Live Two Nights Ago: Clinic/BBQ
The world needs more bands like Clinic. Or maybe it doesn't. If there actually were more bands like the Liverpool quartet, which played a fantastic show at the Black Cat on Wednesday night, perhaps we wouldn't be able to fully appreciate what a great little act they are.
Clinic's easy to take for granted, mainly because their sound hasn't changed too much over the course of their decade together. As I noted on Wednesday, there are plenty of variations within that sound, but you could make a Clinic mixtape of any random dozen songs and it would probably sound as logical as most of their albums. I was very into the band's early material (a self-titled singles compilation and 2000's "Internal Wrangler"), pretty into 2002's "Walking With Thee" and then started to lose interest. I decided to check back in with this year's "Do It!" and found that Clinic still sounded like Clinic, and that was a very good thing. There's something to be said for band's that has an immediately identifiably sound but manages to continuously find new ways to keep things interesting without changing what you like about the band. Spoon comes to mind as a similar act.
For Wednesday's show Clinic played "Do It!" from start to finish for the first half of its set. The band members all wore their trademark surgical masks and plowed through the songs with a refreshing sense of purpose. If you're a fan of efficiency, this was a show for you. Short, potent songs with propulsive rhythms, no needless chit-chatting and even Blackburn's regular shifts from organ to guitar never took more than a few seconds. Not only does the band compose catchy and slyly funky tunes, but they use some of the best sounding instruments to do so. Blackburn's organ was thick and piercing (think the Velvet Underground's "Sister Ray"); Jonathan Hartley got a beautiful, echo-y reverb from his guitar and, of course, melodica.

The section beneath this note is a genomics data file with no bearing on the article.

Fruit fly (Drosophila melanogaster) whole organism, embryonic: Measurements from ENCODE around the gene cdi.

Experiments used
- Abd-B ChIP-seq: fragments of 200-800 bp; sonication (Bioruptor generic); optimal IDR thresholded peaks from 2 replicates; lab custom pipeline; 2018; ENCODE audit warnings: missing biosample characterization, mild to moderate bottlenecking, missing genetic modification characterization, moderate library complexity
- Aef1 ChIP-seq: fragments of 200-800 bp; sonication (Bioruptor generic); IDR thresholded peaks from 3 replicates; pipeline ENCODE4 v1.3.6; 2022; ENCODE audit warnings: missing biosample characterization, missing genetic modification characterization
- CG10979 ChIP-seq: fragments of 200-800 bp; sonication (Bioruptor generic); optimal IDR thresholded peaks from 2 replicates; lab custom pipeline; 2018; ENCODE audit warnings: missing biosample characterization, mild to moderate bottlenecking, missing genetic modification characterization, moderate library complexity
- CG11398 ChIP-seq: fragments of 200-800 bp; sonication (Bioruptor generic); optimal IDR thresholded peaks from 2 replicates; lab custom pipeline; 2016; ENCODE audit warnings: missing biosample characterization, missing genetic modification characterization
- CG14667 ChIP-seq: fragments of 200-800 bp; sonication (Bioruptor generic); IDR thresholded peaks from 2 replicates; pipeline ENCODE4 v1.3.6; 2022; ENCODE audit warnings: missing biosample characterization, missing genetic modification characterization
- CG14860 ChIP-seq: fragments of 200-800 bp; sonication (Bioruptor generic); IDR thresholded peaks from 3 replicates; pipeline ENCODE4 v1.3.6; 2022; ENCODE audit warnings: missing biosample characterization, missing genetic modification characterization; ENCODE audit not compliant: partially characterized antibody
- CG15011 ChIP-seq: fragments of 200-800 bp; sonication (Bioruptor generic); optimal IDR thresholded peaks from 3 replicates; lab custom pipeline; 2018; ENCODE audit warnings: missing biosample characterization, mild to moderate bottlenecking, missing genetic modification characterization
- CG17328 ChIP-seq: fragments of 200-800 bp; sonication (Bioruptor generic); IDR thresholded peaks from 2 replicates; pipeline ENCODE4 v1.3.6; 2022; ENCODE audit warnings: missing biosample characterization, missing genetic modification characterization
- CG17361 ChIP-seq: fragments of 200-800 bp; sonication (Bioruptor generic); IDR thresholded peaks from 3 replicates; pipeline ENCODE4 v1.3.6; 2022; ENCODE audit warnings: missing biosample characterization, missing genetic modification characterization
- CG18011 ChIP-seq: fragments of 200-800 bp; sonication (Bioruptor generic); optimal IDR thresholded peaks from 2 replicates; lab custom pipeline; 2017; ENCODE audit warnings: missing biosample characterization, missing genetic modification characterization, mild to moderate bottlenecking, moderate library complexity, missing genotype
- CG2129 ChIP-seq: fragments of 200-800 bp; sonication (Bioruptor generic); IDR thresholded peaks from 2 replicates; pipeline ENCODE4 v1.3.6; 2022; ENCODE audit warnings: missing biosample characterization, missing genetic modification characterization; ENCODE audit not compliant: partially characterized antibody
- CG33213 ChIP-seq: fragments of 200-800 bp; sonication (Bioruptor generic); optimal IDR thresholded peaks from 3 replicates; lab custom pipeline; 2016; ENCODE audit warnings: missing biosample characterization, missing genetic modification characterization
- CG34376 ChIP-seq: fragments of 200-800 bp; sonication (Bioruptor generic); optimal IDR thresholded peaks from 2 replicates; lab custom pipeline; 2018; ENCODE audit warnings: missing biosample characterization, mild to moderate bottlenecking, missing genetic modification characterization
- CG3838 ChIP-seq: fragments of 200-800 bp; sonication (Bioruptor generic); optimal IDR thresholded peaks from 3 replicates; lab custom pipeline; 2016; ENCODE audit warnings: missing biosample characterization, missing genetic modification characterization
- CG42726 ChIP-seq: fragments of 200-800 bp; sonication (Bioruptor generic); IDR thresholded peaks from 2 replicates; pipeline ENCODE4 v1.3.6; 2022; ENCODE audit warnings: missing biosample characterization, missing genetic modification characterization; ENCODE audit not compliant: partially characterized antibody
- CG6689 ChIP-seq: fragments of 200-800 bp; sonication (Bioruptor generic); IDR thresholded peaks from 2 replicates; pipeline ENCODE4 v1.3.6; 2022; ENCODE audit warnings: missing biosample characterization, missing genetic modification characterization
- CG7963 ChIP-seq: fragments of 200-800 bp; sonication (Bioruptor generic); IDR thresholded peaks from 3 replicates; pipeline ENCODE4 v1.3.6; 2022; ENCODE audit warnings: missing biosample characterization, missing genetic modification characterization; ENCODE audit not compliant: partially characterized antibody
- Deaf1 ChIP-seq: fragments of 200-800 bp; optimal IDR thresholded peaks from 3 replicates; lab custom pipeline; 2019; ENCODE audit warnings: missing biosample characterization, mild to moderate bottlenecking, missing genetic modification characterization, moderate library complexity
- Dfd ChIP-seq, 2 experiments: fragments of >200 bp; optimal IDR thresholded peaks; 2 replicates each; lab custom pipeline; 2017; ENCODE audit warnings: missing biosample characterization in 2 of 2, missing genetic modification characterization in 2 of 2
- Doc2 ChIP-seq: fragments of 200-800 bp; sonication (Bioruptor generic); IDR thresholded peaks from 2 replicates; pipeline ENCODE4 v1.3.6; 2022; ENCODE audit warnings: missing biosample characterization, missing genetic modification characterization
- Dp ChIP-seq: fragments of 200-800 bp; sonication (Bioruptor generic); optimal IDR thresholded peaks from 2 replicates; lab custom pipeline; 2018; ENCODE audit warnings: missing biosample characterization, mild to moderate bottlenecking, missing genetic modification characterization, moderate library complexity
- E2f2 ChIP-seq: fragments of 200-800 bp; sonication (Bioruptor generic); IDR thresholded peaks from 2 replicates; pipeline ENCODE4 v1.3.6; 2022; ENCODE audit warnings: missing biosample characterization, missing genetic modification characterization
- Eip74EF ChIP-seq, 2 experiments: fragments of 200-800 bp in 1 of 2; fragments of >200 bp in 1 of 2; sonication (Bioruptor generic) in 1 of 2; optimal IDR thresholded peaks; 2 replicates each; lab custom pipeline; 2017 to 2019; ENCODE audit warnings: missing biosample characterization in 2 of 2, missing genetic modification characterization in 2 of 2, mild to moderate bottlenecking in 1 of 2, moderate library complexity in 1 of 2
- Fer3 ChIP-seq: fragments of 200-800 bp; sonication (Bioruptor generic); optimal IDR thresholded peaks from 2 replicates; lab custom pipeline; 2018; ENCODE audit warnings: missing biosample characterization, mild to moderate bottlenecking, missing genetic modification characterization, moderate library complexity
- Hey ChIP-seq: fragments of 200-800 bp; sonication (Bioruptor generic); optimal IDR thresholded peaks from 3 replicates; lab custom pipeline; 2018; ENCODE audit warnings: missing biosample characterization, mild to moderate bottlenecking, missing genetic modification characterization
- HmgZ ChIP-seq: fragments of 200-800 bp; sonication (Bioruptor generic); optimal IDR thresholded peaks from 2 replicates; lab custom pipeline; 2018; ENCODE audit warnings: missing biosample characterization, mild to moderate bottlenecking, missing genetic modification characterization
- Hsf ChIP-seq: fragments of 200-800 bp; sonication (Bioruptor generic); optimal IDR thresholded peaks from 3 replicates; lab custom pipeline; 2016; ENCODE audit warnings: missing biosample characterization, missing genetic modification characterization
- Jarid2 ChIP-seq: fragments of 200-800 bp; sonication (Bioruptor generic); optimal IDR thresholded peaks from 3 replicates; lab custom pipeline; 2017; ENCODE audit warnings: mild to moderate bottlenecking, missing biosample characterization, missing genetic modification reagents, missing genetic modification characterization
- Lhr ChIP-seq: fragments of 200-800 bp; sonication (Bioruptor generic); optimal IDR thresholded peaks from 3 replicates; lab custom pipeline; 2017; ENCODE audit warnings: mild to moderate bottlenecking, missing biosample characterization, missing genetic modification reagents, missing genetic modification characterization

The highlights were plentiful. "The Witch" employed the band's favored beat, a fast-paced rumble that doesn't inspire dancing as much as lurching. "The Return of Evil Bill" showcased Hartley's sharp guitar leads and some melodica greatness. "Walking With Thee" was a hard-charging, organ-fueled blast, and "Pet Eunuch" sounded like a heavier and more art-damaged version of early Wire. After the 20-some song, hour-long set a friend said, "It was a Clinic show." That may not sound like high praise, but that's sort of the point. It goes without saying it was very good.
Opener BBQ (aka Mark Sultan) helped make this the best double-bill I've seen in a good while. Sultan is basically a one-man, old-time garage rock party. He sits on a chair in the middle of the stage, his left foot pounding on a snare drum, his right on a kick drum while he bashes out power chords at a very high volume. With such a rudimentary set up there's not much variety in what he plays, but for half an hour it was great fun. Everything basically sounds like the Ramones version of "California Sun," so, y'know, pretty awesome. Take a listen to "Mortal Man" and "Something Wrong" and you'll get a good sense of the fun that BBQ cooks up. Another way to tell he was great was that multiple members of the Black Cat staff could be seen visibly rocking out to his set. People who frequent the club know how rare this is.
By David Malitz |
May 30, 2008; 4:33 PM ET
Live Last Night
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